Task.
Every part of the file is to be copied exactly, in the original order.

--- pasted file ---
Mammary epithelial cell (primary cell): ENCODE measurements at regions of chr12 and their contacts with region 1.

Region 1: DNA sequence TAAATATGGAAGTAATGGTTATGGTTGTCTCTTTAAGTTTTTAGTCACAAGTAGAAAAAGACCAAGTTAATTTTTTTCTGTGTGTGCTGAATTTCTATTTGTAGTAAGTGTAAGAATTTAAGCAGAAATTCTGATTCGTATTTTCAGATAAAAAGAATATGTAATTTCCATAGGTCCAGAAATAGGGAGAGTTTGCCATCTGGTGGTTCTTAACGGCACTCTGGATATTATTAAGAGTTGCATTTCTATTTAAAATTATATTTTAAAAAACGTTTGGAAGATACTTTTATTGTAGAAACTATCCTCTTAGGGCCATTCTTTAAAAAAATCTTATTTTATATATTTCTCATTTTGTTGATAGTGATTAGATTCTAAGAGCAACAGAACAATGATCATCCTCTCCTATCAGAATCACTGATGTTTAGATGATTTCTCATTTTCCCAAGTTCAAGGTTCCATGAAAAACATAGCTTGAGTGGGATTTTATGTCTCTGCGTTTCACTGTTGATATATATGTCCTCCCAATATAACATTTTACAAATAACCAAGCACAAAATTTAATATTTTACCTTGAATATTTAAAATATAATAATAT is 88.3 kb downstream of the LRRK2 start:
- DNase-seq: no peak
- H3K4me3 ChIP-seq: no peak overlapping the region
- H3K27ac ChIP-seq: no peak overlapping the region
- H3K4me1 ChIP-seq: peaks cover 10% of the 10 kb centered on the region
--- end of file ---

Mammary epithelial cell (primary cell): ENCODE measurements at regions of chr12 and their contacts with region 1.

Region 1: DNA sequence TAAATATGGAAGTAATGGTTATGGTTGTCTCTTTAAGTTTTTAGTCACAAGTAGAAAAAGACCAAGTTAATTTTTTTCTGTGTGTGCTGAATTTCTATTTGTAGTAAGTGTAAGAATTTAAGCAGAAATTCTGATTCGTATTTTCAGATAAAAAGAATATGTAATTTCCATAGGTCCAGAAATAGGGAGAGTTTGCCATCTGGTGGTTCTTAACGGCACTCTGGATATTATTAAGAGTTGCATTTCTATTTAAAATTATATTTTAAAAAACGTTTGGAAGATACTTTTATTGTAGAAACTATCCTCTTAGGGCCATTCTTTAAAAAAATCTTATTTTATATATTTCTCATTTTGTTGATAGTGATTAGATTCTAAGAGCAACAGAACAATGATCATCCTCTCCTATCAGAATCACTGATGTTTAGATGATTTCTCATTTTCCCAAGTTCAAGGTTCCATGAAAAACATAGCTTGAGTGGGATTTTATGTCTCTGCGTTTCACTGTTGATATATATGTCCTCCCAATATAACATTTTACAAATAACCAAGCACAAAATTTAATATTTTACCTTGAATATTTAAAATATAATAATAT is 88.3 kb downstream of the LRRK2 start:
- DNase-seq: no peak
- H3K4me3 ChIP-seq: no peak overlapping the region
- H3K27ac ChIP-seq: no peak overlapping the region
- H3K4me1 ChIP-seq: peaks cover 10% of the 10 kb centered on the region